North Carolina Census 1790 to 1990

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North Carolina Census Records by Race and National Origin

North Carolina Census 1790 to 1990

Table 48.  North Carolina - Race and Origin:  1790 to 1990
(See text for sources, definitions, and explanations)  Table with row headers in column A and column headers in rows 3 to 5
    Race    
       
Census year Total
population
White Black American
Indian,
Eskimo,
and Aleut
Asian
and
Pacific
Islander
Other
race
Hispanic
origin
(of any
race)
White, not
of Hispanic
origin
(lead dot indicates sub-part)                
NUMBER                
1990 ................................................................................ 6,628,637 5,008,491 1,456,323 80,155 52,166 31,502 76,726 4,971,127
.   Sample ................................................................................ 6,628,637 5,011,248 1,455,340 82,606 50,395 29,048 69,020 4,977,281
1980 ............................................................................... 5,881,766 4,457,507 1,318,857 64,652 21,176 19,574 56,667 4,428,567
.   Sample ................................................................................ 5,881,766 4,460,570 1,319,054 65,960 23,150 13,032 56,039 4,430,653
1970 ............................................................................... 5,082,059 3,901,767 1,126,478 44,406 5,617 3,791 (NA) (NA)
.   15% sample/1 ............................................................................... 5,082,036 3,906,701 1,125,545 43,614 (NA) (NA) 22,611 3,886,911
.   5% sample ...............................................................................    5,082,059   3,903,355   1,126,310 (NA) (NA) (NA) 43,414 3,868,275
1960 ................................................................................ 4,556,155 3,399,285 1,116,021 38,129 2,012 708 (NA) (NA)
                 
1950 ................................................................................ 4,061,929 2,983,121 1,047,353 3,742 551 27,162 (NA) (NA)
1940/2 ............................................................................... 3,571,623 2,567,635 981,298 22,546 144 (X) 180   2,567,455
.   5% sample/2 ............................................................................... (NA) 2,567,920 (NA) (NA) (NA) (X) 180 2,567,740
1930 ................................................................................ 3,170,276 2,234,958 918,647 16,579 92 (X) (NA) (NA)
1920 ................................................................................ 2,559,123 1,783,779 763,407 11,824 113 (X) (NA) (NA)
1910 ............................................................................... 2,206,287 1,500,511 697,843 7,851 82 (X) (NA) (NA)
1900 .............................................................................. 1,893,810 1,263,603 624,469 5,687 51 (X) (NA) (NA)
1890/3 ............................................................................... 1,617,949 1,055,382 561,018 1,516 33 (X) (NA) (NA)
                 
1890/4 ............................................................................... 1,617,947 1,055,382 561,018 1,514 33 (X) (NA) (NA)
1880  ............................................................................... 1,399,750 867,242 531,277 1,230 1 Black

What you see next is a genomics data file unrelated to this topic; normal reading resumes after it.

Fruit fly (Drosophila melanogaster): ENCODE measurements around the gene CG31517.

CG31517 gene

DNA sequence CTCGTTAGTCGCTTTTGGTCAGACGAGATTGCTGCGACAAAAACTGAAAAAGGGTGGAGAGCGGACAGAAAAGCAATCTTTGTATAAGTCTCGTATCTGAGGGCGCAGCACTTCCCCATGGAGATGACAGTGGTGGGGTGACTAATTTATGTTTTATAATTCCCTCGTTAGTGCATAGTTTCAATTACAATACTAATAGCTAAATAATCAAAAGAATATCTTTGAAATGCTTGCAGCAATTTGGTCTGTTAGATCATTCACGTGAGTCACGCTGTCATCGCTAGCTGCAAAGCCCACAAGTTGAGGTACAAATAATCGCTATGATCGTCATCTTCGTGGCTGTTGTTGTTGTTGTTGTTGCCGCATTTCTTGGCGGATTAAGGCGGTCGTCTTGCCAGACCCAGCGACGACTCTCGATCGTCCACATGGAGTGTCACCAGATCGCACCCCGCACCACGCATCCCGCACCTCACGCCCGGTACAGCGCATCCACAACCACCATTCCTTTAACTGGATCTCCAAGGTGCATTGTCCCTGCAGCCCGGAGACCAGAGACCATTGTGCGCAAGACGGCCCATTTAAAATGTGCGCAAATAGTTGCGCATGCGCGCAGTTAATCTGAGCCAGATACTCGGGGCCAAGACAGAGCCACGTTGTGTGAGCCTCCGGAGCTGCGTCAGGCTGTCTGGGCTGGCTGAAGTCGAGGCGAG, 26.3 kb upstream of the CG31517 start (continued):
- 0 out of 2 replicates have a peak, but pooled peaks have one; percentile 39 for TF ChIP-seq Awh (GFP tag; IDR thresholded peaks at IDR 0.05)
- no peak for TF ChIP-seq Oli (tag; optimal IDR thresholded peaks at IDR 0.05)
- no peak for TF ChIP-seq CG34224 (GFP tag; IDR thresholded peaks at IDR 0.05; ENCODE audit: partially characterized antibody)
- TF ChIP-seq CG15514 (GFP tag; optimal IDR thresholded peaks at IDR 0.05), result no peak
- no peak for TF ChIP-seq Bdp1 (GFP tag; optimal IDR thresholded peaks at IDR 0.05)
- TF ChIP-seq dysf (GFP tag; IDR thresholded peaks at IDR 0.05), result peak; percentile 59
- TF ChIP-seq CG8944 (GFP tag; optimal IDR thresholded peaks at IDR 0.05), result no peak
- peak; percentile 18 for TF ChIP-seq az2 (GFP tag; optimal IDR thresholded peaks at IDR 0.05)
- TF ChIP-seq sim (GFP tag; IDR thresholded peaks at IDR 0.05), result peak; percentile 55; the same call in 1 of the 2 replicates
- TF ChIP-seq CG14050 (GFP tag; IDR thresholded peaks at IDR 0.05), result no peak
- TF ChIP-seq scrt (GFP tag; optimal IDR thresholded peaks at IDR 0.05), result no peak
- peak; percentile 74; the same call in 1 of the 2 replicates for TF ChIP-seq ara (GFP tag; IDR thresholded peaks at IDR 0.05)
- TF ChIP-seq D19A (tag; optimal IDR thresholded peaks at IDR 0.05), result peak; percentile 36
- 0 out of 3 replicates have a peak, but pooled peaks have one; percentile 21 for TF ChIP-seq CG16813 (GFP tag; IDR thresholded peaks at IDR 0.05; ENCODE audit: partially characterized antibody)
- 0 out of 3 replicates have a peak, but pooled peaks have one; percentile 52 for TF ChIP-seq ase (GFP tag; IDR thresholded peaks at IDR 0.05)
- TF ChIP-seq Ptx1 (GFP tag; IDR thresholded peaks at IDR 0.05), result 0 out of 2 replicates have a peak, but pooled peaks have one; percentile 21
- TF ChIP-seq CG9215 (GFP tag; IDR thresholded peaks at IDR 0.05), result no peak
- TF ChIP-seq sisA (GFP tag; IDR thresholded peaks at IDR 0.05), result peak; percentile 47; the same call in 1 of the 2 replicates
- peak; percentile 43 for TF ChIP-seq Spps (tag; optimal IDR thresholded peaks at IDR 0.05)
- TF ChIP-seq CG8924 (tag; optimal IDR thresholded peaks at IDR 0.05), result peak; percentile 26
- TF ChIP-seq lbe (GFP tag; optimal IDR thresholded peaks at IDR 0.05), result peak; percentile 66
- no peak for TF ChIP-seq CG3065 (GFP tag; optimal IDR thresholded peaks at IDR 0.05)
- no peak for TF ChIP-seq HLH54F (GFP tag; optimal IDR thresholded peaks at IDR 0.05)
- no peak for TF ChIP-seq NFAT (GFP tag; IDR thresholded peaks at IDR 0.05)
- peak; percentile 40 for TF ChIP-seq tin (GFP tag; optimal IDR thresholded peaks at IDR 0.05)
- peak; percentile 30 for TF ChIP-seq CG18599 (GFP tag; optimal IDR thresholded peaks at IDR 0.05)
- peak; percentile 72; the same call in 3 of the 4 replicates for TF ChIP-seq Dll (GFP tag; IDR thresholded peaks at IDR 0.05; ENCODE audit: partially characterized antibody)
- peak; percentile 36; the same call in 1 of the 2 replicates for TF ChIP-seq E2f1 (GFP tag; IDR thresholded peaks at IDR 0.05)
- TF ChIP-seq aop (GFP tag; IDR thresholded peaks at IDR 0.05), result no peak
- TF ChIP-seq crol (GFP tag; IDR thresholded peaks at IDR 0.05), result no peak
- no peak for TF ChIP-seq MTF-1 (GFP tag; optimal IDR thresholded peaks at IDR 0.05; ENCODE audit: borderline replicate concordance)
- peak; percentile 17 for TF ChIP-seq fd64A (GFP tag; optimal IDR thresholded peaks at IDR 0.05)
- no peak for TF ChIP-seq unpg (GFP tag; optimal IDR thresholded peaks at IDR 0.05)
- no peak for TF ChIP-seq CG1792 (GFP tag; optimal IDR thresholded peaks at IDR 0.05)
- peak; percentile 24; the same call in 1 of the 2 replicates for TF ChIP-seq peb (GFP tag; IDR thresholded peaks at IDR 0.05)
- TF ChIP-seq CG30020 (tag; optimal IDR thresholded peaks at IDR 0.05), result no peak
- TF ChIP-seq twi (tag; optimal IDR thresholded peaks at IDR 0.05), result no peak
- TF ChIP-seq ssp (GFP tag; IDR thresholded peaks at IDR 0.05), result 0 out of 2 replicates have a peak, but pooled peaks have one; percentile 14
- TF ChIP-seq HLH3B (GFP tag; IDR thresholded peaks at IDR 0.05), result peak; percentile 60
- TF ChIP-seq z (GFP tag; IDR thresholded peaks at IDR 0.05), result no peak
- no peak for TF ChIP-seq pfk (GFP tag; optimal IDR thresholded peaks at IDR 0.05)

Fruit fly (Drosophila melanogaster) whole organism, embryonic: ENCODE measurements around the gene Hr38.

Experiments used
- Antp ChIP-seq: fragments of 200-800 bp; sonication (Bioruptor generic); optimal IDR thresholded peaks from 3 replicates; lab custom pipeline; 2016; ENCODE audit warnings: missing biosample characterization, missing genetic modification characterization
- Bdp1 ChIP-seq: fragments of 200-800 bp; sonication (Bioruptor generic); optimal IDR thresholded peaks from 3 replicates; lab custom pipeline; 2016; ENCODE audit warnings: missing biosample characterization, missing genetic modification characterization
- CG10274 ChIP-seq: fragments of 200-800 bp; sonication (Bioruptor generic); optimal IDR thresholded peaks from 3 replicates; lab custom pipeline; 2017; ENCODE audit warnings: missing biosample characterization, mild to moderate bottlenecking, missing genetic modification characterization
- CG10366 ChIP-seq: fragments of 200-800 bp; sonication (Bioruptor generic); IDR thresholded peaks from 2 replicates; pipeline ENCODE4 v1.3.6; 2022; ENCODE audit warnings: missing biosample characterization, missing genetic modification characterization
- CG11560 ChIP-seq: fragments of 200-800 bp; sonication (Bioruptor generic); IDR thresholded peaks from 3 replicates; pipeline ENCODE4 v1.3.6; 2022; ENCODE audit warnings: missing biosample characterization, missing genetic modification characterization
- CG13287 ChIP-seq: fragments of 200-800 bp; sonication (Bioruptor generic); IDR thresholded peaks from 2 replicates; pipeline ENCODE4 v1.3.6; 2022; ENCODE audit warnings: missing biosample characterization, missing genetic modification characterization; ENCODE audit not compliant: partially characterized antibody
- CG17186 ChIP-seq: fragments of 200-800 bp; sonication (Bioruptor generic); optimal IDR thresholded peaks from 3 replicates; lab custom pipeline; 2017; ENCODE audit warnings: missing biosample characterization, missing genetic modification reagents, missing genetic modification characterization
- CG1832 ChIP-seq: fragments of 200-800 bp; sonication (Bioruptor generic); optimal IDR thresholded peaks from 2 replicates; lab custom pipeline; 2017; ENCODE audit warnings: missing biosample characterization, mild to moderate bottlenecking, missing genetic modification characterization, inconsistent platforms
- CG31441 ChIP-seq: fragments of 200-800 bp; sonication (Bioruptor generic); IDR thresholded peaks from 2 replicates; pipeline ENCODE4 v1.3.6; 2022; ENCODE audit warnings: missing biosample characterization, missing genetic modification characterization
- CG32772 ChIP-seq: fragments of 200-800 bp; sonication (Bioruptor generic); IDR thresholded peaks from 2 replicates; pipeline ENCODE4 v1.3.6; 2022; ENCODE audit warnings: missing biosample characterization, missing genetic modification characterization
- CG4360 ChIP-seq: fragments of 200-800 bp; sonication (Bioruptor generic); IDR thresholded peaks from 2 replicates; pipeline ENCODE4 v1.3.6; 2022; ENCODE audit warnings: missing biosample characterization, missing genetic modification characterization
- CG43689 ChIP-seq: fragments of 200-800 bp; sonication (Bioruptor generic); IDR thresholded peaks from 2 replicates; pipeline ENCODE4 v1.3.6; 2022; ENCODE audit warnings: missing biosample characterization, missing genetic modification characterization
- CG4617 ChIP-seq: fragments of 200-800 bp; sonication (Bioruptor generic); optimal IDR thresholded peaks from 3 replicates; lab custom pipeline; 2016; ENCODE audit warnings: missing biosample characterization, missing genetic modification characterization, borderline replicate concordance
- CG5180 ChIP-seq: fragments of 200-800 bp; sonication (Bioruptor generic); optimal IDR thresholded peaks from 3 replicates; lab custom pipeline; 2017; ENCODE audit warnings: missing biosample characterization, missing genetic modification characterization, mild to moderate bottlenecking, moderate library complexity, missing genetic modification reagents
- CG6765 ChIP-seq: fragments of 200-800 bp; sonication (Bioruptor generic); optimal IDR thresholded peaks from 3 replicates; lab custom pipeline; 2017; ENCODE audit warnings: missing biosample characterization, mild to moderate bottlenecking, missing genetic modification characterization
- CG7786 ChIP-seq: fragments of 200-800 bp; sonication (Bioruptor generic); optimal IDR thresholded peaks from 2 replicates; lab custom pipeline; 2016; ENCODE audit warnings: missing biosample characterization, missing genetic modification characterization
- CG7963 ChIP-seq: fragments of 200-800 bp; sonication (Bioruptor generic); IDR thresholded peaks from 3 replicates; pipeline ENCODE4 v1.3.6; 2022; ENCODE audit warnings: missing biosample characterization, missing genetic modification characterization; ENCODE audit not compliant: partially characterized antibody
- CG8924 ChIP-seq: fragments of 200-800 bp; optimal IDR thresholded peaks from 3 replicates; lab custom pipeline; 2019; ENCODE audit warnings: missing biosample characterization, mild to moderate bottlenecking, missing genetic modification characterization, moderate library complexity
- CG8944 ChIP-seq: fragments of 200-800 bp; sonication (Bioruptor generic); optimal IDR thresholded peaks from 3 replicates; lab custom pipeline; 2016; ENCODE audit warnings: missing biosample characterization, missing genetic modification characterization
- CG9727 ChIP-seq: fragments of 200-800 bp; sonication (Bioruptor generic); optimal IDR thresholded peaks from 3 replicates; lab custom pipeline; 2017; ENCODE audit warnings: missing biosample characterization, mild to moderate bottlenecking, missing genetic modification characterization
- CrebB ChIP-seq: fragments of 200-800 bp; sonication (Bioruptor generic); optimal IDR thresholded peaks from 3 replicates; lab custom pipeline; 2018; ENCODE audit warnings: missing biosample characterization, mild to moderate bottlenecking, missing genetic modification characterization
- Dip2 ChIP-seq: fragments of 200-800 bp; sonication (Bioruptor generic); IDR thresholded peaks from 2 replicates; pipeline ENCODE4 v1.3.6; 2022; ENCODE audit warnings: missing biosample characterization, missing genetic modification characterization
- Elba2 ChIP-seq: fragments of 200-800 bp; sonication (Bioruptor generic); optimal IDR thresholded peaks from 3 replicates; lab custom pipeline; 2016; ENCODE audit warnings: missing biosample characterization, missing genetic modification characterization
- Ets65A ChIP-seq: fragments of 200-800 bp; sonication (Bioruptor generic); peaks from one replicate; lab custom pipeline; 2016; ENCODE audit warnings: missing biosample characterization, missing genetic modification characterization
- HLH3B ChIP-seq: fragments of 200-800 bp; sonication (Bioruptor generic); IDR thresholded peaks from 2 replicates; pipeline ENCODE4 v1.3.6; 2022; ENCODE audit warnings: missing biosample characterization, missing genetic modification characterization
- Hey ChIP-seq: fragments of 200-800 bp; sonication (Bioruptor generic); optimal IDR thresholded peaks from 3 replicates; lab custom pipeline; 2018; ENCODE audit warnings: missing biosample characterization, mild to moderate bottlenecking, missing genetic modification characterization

1870  ............................................................................... 1,071,361 678,470 391,650 1,241 - Total Free Slave
1860  .............................................................................. 992,622 629,942 361,522 1,158 - 361,522 30,463 331,059
1850  ............................................................................... 869,039 553,028 316,011 (NA) (NA) 316,011 27,463 288,548
1840  .............................................................................. 753,419 484,870 268,549 (NA) (NA) 268,549 22,732 245,817
1830  ............................................................................... 737,987 472,843 265,144 (NA) (NA) 265,144 19,543 245,601
1820  .............................................................................. 638,829 419,200 219,629 (NA) (NA) 219,629 14,712 204,917
1810  ............................................................................. 556,526 377,374 179,152 (NA) (NA) 179,152 10,268 168,884
1800  .............................................................................. 478,103 337,764 140,339 (NA) (NA) 140,339 7,043 133,296
1790  ............................................................................. 393,751 288,204 105,547 (NA) (NA) 105,547 4,975 100,572
                 
PERCENT                
1990 ................................................................................ 100.0 75.6 22.0 1.2 0.8 0.5 1.2 75.0
.   Sample ................................................................................ 100.0 75.6 22.0 1.2 0.8 0.4 1.0 75.1
1980 ............................................................................... 100.0 75.8 22.4 1.1 0.4 0.3 1.0 75.3
.   Sample ................................................................................ 100.0 75.8 22.4 1.1 0.4 0.2 1.0 75.3
1970 ............................................................................... 100.0 76.8 22.2 0.9 0.1 0.1 (NA) (NA)
.   15% sample/1 ............................................................................... 100.0 76.9 22.1 0.9 (NA) (NA) 0.4 76.5
.   5% sample ............................................................................... 100.0 76.8 22.2 (NA) (NA) (NA) 0.9 76.1
1960 ................................................................................ 100.0 74.6 24.5 0.8 - - (NA) (NA)